They shoot women, don't they?
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  1. #1

    Cool They shoot women, don't they?

    They shoot women, don't they?
    By Kathleen Parker
    JewishWorldReview

    The deaths of three women — two Marines and one sailor — and the injury of 11 other female Marines in an attack in Iraq last week not only raises questions about the role of women in combat, but suggests that the U.S. military may be guilty of willful denial, if not strategic negligence.


    Put another way, American women in Iraq are dying unnecessarily.


    And no, I'm not suggesting that men should die necessarily, but that women who are not supposed to be in or near combat are being placed in situations that increase the likelihood of death or injury.


    Obviously women soldiers, sailors and Marines are sometimes injured or killed because they are unavoidably "in harm's way." War is imperfect after all. But other times, harm's way is avoidable, as was surely the case last Thursday when a convoy carrying mostly women was attacked in Fallujah by a suicide car bomber and gunmen.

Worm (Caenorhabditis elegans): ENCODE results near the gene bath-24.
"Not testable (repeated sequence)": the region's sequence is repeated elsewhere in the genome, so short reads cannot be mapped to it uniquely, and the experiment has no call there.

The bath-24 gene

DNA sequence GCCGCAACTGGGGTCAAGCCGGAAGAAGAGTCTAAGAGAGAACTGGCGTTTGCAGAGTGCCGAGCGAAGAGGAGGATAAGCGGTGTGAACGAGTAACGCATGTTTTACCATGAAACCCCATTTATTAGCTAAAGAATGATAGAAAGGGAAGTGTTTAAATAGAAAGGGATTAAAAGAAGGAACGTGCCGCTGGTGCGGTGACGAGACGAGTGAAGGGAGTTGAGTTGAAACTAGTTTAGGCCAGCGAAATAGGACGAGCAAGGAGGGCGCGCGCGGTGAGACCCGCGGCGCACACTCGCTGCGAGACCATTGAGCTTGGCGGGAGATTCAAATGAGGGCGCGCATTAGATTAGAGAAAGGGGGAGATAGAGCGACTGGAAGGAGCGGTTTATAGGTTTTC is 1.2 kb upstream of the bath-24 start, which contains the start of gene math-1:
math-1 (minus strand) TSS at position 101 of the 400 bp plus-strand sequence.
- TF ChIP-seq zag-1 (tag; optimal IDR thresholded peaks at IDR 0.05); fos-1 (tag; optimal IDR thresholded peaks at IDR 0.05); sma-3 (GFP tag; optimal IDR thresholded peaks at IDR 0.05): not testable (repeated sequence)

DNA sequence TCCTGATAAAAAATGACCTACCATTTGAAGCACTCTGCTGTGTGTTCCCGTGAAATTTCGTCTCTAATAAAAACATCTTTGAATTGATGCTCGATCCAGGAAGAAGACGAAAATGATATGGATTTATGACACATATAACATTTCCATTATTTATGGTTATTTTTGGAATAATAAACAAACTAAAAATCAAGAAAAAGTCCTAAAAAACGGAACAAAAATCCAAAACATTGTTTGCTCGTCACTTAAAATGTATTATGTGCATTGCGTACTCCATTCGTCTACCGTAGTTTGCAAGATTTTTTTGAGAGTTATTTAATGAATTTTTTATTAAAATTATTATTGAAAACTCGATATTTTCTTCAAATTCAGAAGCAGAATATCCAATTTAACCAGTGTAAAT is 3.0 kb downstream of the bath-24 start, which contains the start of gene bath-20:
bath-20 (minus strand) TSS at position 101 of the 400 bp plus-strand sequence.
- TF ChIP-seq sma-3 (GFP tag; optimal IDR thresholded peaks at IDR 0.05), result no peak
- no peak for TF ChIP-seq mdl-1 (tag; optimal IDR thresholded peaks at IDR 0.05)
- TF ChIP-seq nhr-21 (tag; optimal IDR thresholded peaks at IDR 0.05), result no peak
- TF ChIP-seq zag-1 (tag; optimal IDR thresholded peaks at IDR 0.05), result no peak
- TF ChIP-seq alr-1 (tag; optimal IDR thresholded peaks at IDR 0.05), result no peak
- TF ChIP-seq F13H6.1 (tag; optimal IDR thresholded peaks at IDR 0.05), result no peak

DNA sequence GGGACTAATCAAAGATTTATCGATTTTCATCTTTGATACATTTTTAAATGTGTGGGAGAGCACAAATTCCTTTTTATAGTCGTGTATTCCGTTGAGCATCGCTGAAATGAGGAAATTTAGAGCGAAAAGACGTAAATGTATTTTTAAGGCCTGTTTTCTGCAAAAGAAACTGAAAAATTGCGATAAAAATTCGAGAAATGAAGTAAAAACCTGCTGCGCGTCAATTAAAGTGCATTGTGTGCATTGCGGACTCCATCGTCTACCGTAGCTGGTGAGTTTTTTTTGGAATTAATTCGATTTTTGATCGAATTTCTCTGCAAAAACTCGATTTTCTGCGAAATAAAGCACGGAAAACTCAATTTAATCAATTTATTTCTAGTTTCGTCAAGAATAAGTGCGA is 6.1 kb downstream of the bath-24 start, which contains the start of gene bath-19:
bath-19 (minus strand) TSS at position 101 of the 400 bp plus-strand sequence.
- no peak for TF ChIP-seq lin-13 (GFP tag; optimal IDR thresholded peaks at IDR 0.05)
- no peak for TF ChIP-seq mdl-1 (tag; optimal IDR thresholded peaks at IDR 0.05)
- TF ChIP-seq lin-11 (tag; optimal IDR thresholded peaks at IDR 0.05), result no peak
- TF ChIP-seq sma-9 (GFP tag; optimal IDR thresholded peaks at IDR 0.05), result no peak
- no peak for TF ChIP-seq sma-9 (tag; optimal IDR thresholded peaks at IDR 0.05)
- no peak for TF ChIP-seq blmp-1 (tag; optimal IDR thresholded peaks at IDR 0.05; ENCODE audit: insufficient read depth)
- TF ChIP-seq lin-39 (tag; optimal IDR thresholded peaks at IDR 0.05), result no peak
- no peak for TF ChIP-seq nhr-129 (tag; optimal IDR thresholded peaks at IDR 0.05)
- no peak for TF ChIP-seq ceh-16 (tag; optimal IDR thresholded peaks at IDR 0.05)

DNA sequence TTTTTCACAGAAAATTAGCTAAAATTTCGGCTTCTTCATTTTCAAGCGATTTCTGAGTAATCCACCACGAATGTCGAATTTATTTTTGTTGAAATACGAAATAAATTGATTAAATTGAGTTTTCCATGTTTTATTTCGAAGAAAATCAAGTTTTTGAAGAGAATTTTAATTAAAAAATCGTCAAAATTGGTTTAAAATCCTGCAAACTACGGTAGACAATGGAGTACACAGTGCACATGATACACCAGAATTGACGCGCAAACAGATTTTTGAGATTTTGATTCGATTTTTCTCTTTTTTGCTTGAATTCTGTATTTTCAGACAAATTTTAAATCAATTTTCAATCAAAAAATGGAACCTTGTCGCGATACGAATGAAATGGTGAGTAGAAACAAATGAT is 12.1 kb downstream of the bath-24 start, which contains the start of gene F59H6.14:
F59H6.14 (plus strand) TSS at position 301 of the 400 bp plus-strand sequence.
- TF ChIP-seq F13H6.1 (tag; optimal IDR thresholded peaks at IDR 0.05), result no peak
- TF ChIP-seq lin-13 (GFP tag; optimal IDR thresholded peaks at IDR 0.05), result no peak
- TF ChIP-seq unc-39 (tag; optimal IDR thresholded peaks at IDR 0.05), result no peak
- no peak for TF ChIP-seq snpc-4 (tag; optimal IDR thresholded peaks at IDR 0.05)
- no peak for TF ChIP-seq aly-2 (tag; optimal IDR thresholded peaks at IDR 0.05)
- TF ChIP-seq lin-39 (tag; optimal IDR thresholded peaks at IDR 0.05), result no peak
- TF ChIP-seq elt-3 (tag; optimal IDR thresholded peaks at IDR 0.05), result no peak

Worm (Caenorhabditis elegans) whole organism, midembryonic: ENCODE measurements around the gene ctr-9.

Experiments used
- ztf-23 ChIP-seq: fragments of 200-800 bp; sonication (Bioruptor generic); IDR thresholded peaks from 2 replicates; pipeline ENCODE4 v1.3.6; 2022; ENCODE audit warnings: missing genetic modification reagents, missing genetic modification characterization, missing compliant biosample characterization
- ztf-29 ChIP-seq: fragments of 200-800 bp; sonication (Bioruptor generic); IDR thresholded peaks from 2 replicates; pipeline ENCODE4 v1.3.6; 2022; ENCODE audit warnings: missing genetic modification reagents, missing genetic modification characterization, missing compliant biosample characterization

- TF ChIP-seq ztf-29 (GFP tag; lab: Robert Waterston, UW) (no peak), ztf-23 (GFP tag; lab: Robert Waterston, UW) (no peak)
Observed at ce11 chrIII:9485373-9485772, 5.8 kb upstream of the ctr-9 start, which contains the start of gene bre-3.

While the women's deaths may not be more tragic than others' deaths — certainly not to those who have buried their sons — we are left wondering why the women were in places where they could be so easily killed.


    The convenient response is that this war has no clear "front lines," that military women are bound to get caught in the crossfire. In Thursday's case, the women were going to a checkpoint where they were to search Iraqi females out of respect for Muslim sensitivities. Every vehicle and person entering Fallujah is searched as the U.S. tries to insure that insurgents are kept out.


    Having women instead of men search women makes perfectly good sense, but why American women? Why not raise our exquisite sensitivity to the next level and employ Iraqi women to search Iraqi women?


    Elaine Donnelly of the nonprofit Center for Military Readiness, who has put that question to the Pentagon, says that even though Marine women were authorized to be at the checkpoints, the Pentagon apparently didn't adequately think through the implications of placing women at such vulnerable posts.


    Some observers wonder whether the convoy was targeted specifically because it was known to be carrying women. More buck for the bang, if you're a suicide bomber. If the goal is to undermine U.S. will and commitment to the war, the twisted mind might think, what better way than to kill their women?